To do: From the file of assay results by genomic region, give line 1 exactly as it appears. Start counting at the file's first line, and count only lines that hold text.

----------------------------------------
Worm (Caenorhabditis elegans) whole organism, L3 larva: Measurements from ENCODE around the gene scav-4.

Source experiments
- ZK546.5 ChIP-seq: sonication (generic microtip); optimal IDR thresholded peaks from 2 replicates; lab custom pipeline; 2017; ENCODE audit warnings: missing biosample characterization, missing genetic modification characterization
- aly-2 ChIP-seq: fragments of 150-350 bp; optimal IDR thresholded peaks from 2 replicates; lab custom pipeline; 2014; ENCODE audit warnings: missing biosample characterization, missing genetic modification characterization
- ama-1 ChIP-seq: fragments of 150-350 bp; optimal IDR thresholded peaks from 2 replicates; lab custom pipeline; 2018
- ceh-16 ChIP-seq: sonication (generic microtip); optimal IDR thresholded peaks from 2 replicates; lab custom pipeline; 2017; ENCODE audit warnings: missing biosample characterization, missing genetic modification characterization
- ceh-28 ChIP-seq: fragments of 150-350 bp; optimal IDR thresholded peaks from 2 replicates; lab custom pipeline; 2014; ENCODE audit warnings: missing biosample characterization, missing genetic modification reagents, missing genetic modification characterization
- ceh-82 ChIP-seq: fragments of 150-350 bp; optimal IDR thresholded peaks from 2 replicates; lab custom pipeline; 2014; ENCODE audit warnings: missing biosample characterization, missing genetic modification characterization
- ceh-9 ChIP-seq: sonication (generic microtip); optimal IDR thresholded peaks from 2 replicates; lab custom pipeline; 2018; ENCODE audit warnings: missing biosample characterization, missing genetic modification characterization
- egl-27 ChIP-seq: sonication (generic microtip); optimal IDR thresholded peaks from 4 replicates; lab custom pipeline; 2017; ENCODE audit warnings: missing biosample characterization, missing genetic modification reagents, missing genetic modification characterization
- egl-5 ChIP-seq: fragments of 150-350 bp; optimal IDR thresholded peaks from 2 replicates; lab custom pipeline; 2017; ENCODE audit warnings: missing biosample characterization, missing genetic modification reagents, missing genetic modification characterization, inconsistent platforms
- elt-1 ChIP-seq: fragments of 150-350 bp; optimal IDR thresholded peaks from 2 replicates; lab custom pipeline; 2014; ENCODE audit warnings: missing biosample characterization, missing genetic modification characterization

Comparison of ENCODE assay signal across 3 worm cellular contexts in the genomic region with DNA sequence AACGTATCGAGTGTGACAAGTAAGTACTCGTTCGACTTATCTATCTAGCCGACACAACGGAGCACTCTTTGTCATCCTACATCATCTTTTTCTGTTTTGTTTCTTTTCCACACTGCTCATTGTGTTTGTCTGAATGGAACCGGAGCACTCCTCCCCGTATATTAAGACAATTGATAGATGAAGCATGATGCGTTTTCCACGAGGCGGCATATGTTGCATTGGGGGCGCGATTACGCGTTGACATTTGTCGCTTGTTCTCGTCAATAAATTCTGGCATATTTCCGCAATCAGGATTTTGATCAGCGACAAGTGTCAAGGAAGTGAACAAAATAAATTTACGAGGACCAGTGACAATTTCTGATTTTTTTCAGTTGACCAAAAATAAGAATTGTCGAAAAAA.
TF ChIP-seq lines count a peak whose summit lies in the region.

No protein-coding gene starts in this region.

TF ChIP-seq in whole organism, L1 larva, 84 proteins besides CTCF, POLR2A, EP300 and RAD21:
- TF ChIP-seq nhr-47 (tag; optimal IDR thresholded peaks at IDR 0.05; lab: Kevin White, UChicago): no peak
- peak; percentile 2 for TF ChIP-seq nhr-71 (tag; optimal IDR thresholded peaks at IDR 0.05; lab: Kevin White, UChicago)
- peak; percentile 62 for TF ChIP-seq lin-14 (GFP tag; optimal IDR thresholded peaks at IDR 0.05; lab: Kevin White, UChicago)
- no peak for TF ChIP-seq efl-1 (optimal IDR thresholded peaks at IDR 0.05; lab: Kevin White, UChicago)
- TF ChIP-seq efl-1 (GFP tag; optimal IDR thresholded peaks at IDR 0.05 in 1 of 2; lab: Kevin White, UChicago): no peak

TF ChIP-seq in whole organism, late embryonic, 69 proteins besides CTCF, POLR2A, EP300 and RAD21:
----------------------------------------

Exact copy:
Worm (Caenorhabditis elegans) whole organism, L3 larva: Measurements from ENCODE around the gene scav-4.